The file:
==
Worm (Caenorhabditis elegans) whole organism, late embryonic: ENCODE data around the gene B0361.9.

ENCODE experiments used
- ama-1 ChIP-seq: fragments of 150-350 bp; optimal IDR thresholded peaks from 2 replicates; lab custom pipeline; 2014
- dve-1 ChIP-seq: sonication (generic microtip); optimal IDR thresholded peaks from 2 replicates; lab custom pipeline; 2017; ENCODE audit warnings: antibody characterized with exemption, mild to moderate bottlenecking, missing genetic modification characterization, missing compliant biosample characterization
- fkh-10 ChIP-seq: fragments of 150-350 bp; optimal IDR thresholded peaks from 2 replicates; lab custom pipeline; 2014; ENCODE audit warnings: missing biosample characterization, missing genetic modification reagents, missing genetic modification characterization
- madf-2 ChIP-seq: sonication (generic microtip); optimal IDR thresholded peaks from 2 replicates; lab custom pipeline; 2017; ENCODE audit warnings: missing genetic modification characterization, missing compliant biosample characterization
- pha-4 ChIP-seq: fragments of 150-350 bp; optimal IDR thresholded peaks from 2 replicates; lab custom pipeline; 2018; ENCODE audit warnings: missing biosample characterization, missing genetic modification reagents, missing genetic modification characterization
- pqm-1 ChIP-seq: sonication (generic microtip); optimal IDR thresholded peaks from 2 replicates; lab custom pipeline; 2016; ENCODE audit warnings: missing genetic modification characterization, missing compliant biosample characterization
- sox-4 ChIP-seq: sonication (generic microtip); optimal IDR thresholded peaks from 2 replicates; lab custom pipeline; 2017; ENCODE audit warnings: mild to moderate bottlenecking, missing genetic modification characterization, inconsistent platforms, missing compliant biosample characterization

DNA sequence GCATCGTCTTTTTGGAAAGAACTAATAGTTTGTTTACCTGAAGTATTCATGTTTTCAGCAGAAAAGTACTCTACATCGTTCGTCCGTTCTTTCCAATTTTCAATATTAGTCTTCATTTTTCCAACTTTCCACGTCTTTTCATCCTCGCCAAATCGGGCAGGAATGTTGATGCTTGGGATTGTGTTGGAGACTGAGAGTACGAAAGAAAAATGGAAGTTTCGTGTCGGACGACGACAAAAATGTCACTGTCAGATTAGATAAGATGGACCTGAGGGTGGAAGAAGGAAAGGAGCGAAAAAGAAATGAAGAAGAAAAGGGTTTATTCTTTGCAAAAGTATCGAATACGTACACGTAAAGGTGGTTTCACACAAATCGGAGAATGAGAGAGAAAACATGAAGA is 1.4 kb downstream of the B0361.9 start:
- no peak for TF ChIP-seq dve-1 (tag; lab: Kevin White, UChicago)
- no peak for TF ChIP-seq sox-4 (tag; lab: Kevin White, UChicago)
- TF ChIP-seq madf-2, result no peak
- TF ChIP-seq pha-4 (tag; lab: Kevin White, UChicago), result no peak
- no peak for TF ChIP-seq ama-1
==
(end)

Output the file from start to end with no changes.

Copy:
Worm (Caenorhabditis elegans) whole organism, late embryonic: ENCODE data around the gene B0361.9.

ENCODE experiments used
- ama-1 ChIP-seq: fragments of 150-350 bp; optimal IDR thresholded peaks from 2 replicates; lab custom pipeline; 2014
- dve-1 ChIP-seq: sonication (generic microtip); optimal IDR thresholded peaks from 2 replicates; lab custom pipeline; 2017; ENCODE audit warnings: antibody characterized with exemption, mild to moderate bottlenecking, missing genetic modification characterization, missing compliant biosample characterization
- fkh-10 ChIP-seq: fragments of 150-350 bp; optimal IDR thresholded peaks from 2 replicates; lab custom pipeline; 2014; ENCODE audit warnings: missing biosample characterization, missing genetic modification reagents, missing genetic modification characterization
- madf-2 ChIP-seq: sonication (generic microtip); optimal IDR thresholded peaks from 2 replicates; lab custom pipeline; 2017; ENCODE audit warnings: missing genetic modification characterization, missing compliant biosample characterization
- pha-4 ChIP-seq: fragments of 150-350 bp; optimal IDR thresholded peaks from 2 replicates; lab custom pipeline; 2018; ENCODE audit warnings: missing biosample characterization, missing genetic modification reagents, missing genetic modification characterization
- pqm-1 ChIP-seq: sonication (generic microtip); optimal IDR thresholded peaks from 2 replicates; lab custom pipeline; 2016; ENCODE audit warnings: missing genetic modification characterization, missing compliant biosample characterization
- sox-4 ChIP-seq: sonication (generic microtip); optimal IDR thresholded peaks from 2 replicates; lab custom pipeline; 2017; ENCODE audit warnings: mild to moderate bottlenecking, missing genetic modification characterization, inconsistent platforms, missing compliant biosample characterization

DNA sequence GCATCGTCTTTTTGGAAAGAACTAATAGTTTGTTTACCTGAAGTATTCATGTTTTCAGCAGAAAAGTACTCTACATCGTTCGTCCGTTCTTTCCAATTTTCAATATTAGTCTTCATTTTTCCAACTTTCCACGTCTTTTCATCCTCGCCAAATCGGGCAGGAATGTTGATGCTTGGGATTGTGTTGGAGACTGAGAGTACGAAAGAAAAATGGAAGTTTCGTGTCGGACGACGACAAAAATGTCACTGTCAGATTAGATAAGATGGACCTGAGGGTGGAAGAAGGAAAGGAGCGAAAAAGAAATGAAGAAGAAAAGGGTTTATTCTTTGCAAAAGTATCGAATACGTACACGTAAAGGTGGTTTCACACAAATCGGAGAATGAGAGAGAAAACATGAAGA is 1.4 kb downstream of the B0361.9 start:
- no peak for TF ChIP-seq dve-1 (tag; lab: Kevin White, UChicago)
- no peak for TF ChIP-seq sox-4 (tag; lab: Kevin White, UChicago)
- TF ChIP-seq madf-2, result no peak
- TF ChIP-seq pha-4 (tag; lab: Kevin White, UChicago), result no peak
- no peak for TF ChIP-seq ama-1